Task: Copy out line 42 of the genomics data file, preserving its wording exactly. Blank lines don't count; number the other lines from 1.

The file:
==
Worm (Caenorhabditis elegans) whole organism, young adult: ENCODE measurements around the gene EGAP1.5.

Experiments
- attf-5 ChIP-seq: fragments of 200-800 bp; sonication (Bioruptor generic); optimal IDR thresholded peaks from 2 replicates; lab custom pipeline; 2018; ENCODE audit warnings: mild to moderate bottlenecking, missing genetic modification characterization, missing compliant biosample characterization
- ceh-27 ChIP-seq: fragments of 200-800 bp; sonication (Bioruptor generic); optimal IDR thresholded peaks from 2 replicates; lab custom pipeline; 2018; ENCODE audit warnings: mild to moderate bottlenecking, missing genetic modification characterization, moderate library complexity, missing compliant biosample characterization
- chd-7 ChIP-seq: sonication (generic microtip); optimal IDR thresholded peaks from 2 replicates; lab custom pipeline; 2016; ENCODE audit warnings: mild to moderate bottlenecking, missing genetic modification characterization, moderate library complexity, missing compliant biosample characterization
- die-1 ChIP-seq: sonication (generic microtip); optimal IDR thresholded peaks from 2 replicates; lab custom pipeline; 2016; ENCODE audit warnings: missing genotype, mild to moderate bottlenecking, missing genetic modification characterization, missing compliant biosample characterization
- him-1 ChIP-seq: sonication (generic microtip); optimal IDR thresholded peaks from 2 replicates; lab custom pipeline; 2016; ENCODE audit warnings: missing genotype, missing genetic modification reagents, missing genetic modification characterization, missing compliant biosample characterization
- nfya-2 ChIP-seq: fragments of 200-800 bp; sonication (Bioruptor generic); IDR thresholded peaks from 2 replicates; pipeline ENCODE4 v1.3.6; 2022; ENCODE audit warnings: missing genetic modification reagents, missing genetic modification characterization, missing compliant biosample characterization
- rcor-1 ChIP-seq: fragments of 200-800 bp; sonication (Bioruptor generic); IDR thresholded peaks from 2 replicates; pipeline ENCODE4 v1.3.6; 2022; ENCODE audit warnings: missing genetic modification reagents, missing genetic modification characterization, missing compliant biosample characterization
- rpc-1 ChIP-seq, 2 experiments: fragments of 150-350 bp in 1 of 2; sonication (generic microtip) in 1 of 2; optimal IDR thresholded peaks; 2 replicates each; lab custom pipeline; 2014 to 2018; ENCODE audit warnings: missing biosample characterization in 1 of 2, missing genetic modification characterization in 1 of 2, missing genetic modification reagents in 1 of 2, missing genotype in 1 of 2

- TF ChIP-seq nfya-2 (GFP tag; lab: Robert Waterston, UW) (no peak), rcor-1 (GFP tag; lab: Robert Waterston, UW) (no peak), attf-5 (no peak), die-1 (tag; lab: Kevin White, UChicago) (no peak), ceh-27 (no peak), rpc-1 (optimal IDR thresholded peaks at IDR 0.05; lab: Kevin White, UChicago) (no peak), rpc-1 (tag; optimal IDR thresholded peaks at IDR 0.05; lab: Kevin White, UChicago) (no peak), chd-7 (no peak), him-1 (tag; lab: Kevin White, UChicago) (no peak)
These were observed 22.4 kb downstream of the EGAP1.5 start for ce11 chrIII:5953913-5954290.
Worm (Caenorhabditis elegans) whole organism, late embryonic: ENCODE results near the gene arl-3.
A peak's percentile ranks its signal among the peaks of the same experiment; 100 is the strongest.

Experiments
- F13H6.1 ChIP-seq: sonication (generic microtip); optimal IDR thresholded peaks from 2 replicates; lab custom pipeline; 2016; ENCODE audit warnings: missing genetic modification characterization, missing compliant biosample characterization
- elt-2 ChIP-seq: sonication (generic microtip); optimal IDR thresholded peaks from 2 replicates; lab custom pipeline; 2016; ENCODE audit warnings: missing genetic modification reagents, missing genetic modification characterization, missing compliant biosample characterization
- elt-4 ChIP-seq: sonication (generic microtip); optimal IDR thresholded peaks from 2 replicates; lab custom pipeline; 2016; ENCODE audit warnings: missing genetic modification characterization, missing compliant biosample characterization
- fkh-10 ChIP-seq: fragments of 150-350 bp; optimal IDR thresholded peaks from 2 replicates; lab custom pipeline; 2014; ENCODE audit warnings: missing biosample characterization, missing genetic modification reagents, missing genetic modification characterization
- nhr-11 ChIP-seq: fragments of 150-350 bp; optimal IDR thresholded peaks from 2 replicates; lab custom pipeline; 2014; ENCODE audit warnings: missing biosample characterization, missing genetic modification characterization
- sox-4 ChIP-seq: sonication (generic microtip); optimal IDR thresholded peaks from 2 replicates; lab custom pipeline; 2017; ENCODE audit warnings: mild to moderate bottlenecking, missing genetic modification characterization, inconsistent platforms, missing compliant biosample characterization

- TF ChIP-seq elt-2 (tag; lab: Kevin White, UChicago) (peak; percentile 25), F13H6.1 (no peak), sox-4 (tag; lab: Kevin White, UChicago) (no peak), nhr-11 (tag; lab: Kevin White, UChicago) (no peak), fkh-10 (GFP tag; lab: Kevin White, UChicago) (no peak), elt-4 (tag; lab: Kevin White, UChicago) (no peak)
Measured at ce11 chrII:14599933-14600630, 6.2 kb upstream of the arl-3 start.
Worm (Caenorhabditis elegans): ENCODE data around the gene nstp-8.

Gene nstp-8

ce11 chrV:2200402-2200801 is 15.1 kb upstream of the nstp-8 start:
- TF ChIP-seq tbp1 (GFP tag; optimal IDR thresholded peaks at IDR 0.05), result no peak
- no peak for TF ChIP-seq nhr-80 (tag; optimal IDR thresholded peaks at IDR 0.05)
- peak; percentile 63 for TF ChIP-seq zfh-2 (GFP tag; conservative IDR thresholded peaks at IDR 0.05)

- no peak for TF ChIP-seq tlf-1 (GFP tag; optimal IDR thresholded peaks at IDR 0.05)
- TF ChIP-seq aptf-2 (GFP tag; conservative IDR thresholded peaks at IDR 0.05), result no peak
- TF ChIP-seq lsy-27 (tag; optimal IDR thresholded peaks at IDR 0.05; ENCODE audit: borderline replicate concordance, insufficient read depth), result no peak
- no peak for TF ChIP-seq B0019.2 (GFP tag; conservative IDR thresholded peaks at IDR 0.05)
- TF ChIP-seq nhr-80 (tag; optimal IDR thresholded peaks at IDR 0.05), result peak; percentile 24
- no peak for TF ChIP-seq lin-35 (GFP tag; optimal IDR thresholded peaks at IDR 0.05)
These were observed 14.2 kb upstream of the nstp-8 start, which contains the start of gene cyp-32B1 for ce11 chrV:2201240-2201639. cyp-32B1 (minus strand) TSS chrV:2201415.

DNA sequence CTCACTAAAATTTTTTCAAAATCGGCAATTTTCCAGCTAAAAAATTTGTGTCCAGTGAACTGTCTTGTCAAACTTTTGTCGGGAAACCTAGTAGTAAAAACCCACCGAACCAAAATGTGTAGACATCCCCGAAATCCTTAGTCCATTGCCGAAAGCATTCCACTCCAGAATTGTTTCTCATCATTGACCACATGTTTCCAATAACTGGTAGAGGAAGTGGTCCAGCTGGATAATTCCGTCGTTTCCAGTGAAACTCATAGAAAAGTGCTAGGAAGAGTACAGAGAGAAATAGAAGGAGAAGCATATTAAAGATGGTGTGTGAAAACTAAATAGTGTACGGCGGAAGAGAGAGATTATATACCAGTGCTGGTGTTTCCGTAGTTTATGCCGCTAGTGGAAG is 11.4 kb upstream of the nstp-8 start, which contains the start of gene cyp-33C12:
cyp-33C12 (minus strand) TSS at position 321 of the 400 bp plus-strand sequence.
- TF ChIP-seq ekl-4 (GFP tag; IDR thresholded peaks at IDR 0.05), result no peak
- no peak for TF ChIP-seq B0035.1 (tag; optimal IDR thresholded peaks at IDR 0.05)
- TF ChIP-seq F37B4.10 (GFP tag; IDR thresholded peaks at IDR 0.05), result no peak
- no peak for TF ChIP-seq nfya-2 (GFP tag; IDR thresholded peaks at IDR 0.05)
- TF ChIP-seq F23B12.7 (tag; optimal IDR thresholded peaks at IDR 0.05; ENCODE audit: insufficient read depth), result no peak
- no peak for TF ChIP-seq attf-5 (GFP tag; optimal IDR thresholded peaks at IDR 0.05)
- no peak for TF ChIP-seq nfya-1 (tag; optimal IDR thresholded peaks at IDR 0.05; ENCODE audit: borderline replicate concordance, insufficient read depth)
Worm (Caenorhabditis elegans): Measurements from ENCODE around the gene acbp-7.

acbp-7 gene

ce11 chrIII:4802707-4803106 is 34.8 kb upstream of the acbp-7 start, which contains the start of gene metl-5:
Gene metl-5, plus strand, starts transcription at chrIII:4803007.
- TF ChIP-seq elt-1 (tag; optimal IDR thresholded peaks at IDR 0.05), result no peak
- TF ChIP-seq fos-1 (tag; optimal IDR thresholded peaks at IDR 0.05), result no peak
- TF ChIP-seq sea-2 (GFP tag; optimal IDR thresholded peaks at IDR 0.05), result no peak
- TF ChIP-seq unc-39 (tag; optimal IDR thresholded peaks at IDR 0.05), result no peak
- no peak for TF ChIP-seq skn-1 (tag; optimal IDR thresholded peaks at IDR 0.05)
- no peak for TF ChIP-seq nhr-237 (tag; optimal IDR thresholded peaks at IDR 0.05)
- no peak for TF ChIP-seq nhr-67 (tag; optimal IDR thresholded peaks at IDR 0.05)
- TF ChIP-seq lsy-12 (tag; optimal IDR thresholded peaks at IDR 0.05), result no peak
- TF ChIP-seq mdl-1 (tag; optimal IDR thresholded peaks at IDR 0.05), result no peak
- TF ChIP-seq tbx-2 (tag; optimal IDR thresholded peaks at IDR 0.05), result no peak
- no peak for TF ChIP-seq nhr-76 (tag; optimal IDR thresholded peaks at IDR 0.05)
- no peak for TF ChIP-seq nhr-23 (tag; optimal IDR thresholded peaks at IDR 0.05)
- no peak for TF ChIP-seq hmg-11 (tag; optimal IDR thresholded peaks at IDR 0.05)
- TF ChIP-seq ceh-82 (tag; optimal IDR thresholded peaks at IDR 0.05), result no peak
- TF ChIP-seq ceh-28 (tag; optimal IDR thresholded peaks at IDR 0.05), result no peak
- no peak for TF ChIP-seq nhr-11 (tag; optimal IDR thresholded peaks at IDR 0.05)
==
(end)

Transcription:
- no peak for TF ChIP-seq nfya-2 (GFP tag; IDR thresholded peaks at IDR 0.05)